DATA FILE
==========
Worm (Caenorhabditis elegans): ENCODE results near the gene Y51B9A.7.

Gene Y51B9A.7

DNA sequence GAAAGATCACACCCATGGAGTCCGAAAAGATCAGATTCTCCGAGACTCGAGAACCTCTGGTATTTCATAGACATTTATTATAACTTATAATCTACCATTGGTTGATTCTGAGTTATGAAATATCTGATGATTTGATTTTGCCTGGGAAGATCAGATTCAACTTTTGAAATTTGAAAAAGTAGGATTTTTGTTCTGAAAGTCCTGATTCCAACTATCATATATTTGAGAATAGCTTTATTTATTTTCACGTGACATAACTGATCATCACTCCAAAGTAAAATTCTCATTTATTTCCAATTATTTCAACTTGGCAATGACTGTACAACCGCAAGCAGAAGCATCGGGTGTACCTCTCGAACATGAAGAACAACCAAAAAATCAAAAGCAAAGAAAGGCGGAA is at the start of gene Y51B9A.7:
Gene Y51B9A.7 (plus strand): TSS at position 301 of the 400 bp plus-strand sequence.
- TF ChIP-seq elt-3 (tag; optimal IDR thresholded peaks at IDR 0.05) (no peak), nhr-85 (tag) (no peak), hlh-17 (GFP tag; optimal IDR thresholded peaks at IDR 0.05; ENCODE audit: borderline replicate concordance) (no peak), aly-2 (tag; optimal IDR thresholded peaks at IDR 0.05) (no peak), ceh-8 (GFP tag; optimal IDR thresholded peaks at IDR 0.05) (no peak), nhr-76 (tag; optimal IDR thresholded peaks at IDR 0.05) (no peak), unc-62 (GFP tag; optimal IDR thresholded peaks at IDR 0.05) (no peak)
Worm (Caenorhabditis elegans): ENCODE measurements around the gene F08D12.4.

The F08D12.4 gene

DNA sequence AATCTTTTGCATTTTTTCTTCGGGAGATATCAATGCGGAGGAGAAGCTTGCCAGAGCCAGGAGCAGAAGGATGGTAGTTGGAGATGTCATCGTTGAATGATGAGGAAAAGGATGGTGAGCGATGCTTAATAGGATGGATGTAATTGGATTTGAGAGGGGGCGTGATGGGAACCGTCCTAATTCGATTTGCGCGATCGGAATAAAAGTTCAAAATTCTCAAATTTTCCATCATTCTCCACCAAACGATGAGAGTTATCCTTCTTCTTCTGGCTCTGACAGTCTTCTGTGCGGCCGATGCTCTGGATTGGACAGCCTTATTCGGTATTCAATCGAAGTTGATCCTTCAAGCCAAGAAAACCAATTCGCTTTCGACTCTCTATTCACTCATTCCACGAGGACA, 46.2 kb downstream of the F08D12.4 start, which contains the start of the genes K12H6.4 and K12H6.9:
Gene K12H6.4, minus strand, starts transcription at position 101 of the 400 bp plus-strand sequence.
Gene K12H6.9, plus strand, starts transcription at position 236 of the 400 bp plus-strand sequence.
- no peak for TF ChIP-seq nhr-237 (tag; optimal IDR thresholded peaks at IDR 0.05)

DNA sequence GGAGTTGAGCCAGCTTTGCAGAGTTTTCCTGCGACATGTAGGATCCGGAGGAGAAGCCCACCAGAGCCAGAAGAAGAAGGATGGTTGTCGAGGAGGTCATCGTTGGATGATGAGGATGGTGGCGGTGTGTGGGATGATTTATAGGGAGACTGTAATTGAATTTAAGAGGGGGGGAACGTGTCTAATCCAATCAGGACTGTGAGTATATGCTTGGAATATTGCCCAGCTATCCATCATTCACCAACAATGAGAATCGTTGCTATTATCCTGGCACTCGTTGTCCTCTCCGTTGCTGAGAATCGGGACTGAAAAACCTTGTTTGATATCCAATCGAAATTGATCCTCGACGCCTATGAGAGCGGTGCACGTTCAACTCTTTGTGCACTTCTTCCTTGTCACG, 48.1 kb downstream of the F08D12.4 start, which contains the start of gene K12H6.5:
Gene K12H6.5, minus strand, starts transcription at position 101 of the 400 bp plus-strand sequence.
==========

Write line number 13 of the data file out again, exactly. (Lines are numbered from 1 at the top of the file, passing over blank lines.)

Gene K12H6.5, minus strand, starts transcription at position 101 of the 400 bp plus-strand sequence.